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A serious breach of loyalty

THE company at the centre of a “very serious” data protection breach, relating to more than 1.1 million people, has declined to comment on the future of 50 jobs in Clare.

Loyaltybuild, an international firm based on Station Road in Ennis, was the subject of what it described as “a sophisticated criminal attack”, which resulted in the full payment card details of more than 376,000 customers being taken.
It also involved the details of an additional 150,000 clients being potentially compromised and the names, addresses, telephone numbers and email addresses of 1.12 million clients throughout Europe also being taken.

Management at Loyaltybuild were unavailable on Wednesday to discuss the breach and a spokesperson for the firm declined to address questions in relation to the company’s future at this time.

Gardaí have confirmed that the breach has been reported to the Garda Bureau of Fraud Investigation.

Separately, the Office of the Data Protection Commissioner has launched an investigation into the breach, which it is understood happened in mid-October.

Loyaltybuild delivers customer loyalty programmes on behalf of clients, among them SuperValu Getaway Breaks and AXA Leisure Breaks. On Wednesday afternoon, a further company, Electric Ireland, confirmed that up to 6,800 of its customers’ details had also been compromised.

Speaking to The Clare Champion on Wednesday, the deputy data protection commissioner, John O’Dwyer said he was “very concerned about the data and how it has been exposed”.

Inspectors from the commission were in Ennis on Tuesday as part of the investigation, where they made some oral recommendations to Loyaltybuild. Mr O’Dwyer said further recommendations are likely to follow but he could not go into details in relation to these.

In a statement issued last week, Loyaltybuild said, “all payment details are deleted 90 days after a consumer has travelled”.

However, both SuperValu and AXA have said that the company advised them “there is a high risk” that card details used to pay for breaks between January 2011 and February 2012 were accessed in the October 2013 breach.

“Under our acts, a company shouldn’t be maintaining any data, whether it is card payment data or any personal data in relation to individuals, where it is not justified,” Mr O’Dwyer said.

“In certain circumstances, card data may need to be detained for a period of time but we would see that as a short period of time. We have issued some guidelines on this and the maximum period we would see would be up to 13 months but we would envisage that, in most cases, it would be a much lesser time than that,” he added.

“Normally the card details are held to verify it and then when the break or whatever transaction takes place, there may be the odd occasion where there would be a possibility of a refund or, we’ll say in the case of a leisure break or something like that, where someone didn’t turn up, you may only be charging them for the first night’s accommodation. So you would need to wait until such time as the break had taken place to be able to verify that people had used the opportunity to take the break and if they were due a refund, you would do that. Beyond that, they shouldn’t be retaining any information,” Mr O’Dwyer continued.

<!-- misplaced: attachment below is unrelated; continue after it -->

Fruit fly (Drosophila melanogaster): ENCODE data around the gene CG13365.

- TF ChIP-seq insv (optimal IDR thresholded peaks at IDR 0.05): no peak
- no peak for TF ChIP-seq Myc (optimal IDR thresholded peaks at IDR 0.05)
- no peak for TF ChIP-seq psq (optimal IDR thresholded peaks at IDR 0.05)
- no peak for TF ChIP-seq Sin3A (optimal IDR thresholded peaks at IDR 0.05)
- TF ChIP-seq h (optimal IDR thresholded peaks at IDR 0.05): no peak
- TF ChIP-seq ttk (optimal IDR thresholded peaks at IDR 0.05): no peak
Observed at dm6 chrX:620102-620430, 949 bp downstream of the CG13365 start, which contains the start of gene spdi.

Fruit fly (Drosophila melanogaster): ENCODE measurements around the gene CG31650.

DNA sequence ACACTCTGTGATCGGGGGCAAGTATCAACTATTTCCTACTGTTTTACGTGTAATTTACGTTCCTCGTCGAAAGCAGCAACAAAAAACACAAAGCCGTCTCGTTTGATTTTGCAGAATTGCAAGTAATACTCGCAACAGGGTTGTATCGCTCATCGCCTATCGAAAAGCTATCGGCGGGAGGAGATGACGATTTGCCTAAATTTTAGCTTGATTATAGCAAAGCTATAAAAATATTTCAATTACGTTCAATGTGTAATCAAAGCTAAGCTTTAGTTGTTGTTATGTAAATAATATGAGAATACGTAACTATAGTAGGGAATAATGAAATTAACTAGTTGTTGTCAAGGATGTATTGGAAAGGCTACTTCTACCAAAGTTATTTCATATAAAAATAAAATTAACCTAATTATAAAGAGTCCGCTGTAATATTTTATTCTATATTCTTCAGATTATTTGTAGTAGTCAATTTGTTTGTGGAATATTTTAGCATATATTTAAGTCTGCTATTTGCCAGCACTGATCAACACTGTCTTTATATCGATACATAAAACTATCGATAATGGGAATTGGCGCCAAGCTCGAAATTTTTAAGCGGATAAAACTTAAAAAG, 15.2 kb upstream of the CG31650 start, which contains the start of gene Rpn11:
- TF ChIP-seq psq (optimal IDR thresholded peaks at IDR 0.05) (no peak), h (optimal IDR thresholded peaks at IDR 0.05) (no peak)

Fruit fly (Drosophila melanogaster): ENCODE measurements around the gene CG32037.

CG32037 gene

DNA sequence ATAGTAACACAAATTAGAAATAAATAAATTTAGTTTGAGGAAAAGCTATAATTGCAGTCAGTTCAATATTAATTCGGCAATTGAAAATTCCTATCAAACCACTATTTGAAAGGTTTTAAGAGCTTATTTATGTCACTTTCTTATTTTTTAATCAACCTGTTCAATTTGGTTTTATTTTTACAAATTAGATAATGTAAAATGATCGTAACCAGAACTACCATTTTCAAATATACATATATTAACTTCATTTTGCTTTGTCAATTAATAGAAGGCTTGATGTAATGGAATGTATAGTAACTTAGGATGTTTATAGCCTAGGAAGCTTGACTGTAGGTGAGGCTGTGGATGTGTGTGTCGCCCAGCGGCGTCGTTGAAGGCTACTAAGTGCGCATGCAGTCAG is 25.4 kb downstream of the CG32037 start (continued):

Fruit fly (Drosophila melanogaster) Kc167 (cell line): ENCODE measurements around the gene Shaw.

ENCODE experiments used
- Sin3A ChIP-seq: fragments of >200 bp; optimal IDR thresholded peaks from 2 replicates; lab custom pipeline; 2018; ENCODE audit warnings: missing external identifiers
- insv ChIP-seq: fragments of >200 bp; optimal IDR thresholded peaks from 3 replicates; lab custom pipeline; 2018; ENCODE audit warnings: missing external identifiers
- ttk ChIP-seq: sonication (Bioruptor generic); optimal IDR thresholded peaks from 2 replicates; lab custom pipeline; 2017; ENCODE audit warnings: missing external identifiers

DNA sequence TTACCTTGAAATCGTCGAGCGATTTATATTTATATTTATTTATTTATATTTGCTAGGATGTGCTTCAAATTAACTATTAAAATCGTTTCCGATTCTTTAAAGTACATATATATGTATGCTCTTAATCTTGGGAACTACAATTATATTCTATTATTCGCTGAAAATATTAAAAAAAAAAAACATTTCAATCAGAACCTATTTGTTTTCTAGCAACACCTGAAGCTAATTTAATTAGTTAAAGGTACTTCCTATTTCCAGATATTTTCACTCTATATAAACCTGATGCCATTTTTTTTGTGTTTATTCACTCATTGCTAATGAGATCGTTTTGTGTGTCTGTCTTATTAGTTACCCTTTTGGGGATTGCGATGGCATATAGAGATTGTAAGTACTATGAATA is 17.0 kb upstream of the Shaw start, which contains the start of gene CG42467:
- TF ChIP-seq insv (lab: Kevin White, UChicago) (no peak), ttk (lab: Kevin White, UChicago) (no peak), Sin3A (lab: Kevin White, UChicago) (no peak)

In answer to a query submitted by The Champion in relation to why Loyaltybuild retained the credit card details of customers affected by the breach, a spokesman said, “This is an ongoing investigation involving the DPC and the gardaí. As it may be subject to a criminal investigation, it would be inappropriate to comment further at this time.”

Approximately 8,000 AXA Leisure Break customers have had their data compromised. A spokesperson for AXA stressed the breach is “exclusive to AXA Leisure Breaks and does not impact AXA Ireland’s other online websites or any other customer transactions by payment card”. The company has promised “a root and branch review of the Loyaltybuild system”.

SuperValu are contacting Getaway Breaks customers to tell them there is “a high risk that an unauthorised third party accessed the details of payment cards used to pay for Getaway Breaks between January 2011 and February 2012. This time period is based on Loyaltybuild’s ongoing investigation and any updates or new information received will be immediately communicated to customers.”

The company has advised that the data leak is exclusive to its Getaway Breaks and does not impact on the rest of its websites.

Stena Line confirmed that it worked on “a small-scale, tactical hotel promotion with Loyaltybuild, which has now finished”.
On Wednesday afternoon, a further company, Electric Ireland, confirmed up to 6,800 of its customers’ details had also been compromised.

Between 2007 and 2008, ESB Customer Supply (now Electric Ireland) engaged Loyaltybuild to manage a number of marketing campaigns whereby customers could avail of discounted hotel breaks.

Customers booked these breaks though Loyaltybuild’s contact centre and website. It was notified on Wednesday that names, addresses, telephone numbers and email addresses, but not credit card or other financial information of any description, may have been compromised.

Those affected are advised to check their bank statements for unusual activity since mid-October and to treat any unsolicited communication they receive relating to this issue claiming to represent AXA Leisure Breaks, SuperValu Getaway Breaks or Loyaltybuild with extreme caution.

Loyaltybuild has said it “takes data security seriously and our clients’ data is critical. It is for this reason that our websites are not currently running. We are working around the clock with experts both inside and outside of our business to do everything we can to ensure that this does not happen again”.

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